I heard of how a 5-point play could be possible, but when I mentioned it people told me it's not possible -- and I can't remember how this would work.

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    If a guy makes a 3 pointer, gets fouled, then the team that fouled gets called for a technical, technically it's a 5 point play, because they'd get the 3, the foul shot, and the technical shot. – New-To-IT Mar 6 '17 at 22:59
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    @New-To-IT You should post that as an answer as it's well... the answer :-) – Philip Kendall Mar 6 '17 at 23:22
  • While it's not technically a single play, I use the phrase to refer to a 5-point possession when a team makes a 3 or 2, is fouled, misses the free throw, gets the rebound, and makes a 2 or 3, thus scoring 5 points. It's also possible to make two 3 pointers in a possession in this way, but I've never seen it personally. – Michael Myers Mar 16 '17 at 15:43
  • Couldn't you make a three while getting fouled, and then the defender is called for a flagrant, wouldn't you get 3 more free throws? – Ginge Jan 26 '19 at 16:54

I can remember 2 in recent history and they were both pretty strange.

Nuggets vs Clippers

March 17, 2014

  1. Chris Paul (Clippers) fouled Ty Lawson (Nuggets) while shooting a 3.
  2. Lawson made the 3.
  3. Paul received a tech (probably for cursing at the referee for the foul call).

End result: 3 pointer, 2 free throws


Jazz vs Mavericks

March 24, 2013

  1. Shawn Marion (Mavs) fouled by Derrick Favors (Jazz) while shooting a 2.
  2. Enes Kanter (Jazz) blocks the shot
  3. Referee rules that Kanter touched the net (goaltending)
  4. Blocked shot counts as 2 points
  5. Kanter given a tech for interference
  6. Tyrone Corbin (Jazz coach) is given a tech when the play is explained to him (probably more cursing).

End result: Goaltending (2 points), 3 free throws


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    Good info but I don't get it. The tech is a "new play" and can be shot by anyone. – Coach-D Jun 26 '18 at 3:18

A four-point play usually refers to when a single player scores four points on a single possession. We may thus analogously define a five-point play as when a single player scores five points on a single possession.

By this definition, a five-point play can only arise in tandem with technical or flagrant fouls. (And indeed, with the aid of technical and flagrant fouls, it is, by my reckoning, possible to have a 66-point play. See the end of this answer for my calculations.)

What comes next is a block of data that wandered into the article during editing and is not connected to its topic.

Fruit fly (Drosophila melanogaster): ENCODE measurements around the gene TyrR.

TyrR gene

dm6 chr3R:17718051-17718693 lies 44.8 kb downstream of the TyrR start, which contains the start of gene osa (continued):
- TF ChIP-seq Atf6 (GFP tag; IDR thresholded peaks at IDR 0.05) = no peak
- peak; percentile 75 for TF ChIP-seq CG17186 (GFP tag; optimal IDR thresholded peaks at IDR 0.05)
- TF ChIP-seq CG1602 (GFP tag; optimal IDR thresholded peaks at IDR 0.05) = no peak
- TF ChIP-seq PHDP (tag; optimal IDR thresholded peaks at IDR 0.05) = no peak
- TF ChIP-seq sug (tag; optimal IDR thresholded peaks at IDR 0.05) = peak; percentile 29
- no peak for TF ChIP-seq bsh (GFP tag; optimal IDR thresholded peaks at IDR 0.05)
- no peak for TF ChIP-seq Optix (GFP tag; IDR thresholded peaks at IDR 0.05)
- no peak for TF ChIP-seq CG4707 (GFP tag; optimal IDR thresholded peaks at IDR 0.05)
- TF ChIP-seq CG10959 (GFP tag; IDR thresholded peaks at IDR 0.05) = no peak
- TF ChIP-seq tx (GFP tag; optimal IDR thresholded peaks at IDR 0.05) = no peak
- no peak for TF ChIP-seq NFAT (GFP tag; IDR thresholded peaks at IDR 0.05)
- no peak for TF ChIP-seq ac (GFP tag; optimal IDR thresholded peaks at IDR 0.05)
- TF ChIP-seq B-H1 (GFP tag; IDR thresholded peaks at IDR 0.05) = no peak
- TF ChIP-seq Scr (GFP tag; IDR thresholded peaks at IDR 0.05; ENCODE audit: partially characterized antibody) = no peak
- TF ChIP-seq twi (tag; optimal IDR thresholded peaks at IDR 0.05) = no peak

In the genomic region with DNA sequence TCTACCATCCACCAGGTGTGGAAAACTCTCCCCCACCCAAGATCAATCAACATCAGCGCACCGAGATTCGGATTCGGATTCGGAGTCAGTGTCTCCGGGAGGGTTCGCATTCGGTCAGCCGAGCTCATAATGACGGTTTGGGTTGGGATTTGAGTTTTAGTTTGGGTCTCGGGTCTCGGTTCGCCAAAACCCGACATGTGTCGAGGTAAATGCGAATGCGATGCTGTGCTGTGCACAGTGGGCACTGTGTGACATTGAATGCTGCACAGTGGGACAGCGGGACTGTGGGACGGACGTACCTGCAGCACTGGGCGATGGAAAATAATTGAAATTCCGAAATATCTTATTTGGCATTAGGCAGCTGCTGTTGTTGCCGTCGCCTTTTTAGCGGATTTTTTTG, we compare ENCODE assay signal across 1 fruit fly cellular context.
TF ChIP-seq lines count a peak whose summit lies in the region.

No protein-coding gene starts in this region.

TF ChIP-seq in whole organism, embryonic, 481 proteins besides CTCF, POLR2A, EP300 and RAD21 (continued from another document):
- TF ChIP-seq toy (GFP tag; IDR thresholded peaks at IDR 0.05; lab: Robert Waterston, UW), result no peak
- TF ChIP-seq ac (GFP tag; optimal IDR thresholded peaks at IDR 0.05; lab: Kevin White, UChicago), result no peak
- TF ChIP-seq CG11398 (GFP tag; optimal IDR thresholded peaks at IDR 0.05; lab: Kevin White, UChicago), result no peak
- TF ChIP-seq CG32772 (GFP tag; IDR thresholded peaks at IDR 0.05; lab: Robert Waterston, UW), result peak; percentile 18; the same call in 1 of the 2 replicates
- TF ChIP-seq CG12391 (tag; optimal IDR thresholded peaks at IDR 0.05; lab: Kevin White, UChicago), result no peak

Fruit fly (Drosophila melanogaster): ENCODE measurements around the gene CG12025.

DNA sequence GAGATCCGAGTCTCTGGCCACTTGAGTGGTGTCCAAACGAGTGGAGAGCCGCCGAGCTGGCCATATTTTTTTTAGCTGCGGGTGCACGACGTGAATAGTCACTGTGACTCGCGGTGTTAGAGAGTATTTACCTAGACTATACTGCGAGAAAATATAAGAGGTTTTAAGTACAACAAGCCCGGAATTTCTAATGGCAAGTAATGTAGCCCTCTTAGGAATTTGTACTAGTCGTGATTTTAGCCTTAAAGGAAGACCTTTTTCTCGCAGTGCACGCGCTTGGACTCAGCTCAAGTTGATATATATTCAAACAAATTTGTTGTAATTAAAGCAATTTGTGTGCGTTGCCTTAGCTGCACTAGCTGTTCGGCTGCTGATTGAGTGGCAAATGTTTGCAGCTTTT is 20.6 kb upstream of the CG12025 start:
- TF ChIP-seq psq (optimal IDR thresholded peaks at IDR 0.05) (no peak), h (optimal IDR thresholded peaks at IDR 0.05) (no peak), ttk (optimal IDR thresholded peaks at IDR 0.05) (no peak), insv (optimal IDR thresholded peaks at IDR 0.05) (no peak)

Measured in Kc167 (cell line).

According to Harvey Pollack,† there have only ever been two five-point plays:

1. Kobe Bryant, LAL @ SAC, 2003-03-20

Q4, 8:28.

  • Jim Jackson fouls Bryant on a made three-pointer (+3).
  • Jackson is assessed a technical foul.
  • Bryant makes the technical free throw (+1).
  • Bryant then makes the free throw for the foul (+1).

2. Dell Curry, MIN @ CHH, 1995-01-11

Play-by-play data are not available that far back, but Googling you can find some newspaper reports on this. For example, from SF Gate:

MInnesota guard J.R. Rider, of Alameda, relentlessly taunted Charlotte sharpshooter Dell Curry throughout a recent game, then fouled Curry on a 3-pointer, and on top of that, got a technical for complaining, creating a five-point play for Charlotte. Said Curry of Rider, "He's stupid."

If we use the broader definition where a five-point play is whenever a team scores five points in a single possession, then there have been somewhat more instances. In addition to @SteveJackson's two examples, we have more recently:

BOS @ NYK, 2016-02-02

Q1, 7:27. Carmelo Anthony commits Flagrant One Foul on Jae Crowder, who makes both free throws (+2). A technical foul is called on NYK (on the coach Derek Fisher, according to NESN) — Isaiah Thomas makes free throw (+1). Then Jae Crowder makes jumper (+2).

By NBA Official Rules 7 Sec. II:

(f) Team possession ends when:

(1) The ball hits the rim of the offensive team (2) The opponent gains possession. and

And so by (1), a possession ends even when a team gets an offensive rebound.

Going by this definition, Kyrie Irving's five consecutive points on 2017-11-13, Q4, 4:17, (OKC @ BOS) does not count as a 5-point play. (He was fouled by Westbrook on a made three-pointer, missed the free throw, caught his own rebound, then made a two-pointer.)

(Note though that many folks in the "analytics" business consider it to be the same possession even after an offensive rebound. This probably makes sense for the purpose of "analytics", but is not how possessions are counted according to the official NBA rules.)

†2010-2011 Harvey Pollack NBA Statistical Yearbook (p. 336), which in turn quotes Dennis D'Agostino.

66-point play

In a single possession, each active player (max 12) can get a Flagrant One foul plus two technicals before being ejected. That generates 4 FTs each.

Each inactive player (max 3), each coach (max 3), and each trainer (one) can get two technicals before being ejected (see Rule 3, Section IV, d; and Rule 12, Section V, b). That generates 2 FTs each.

Altogether then, within a single play, we can have as many as 4 × 12 + 2 × (3 + 3 + 1) = 62 Flagrant One and Technical FTs. Add that to your "regular" four-point play and in theory, we can have as much as a 66-point play, where a single player scores 66 points on a single possession.

This of course is pretty unlikely. Indeed, I do not know if there has even ever been a 6-point play in the NBA.

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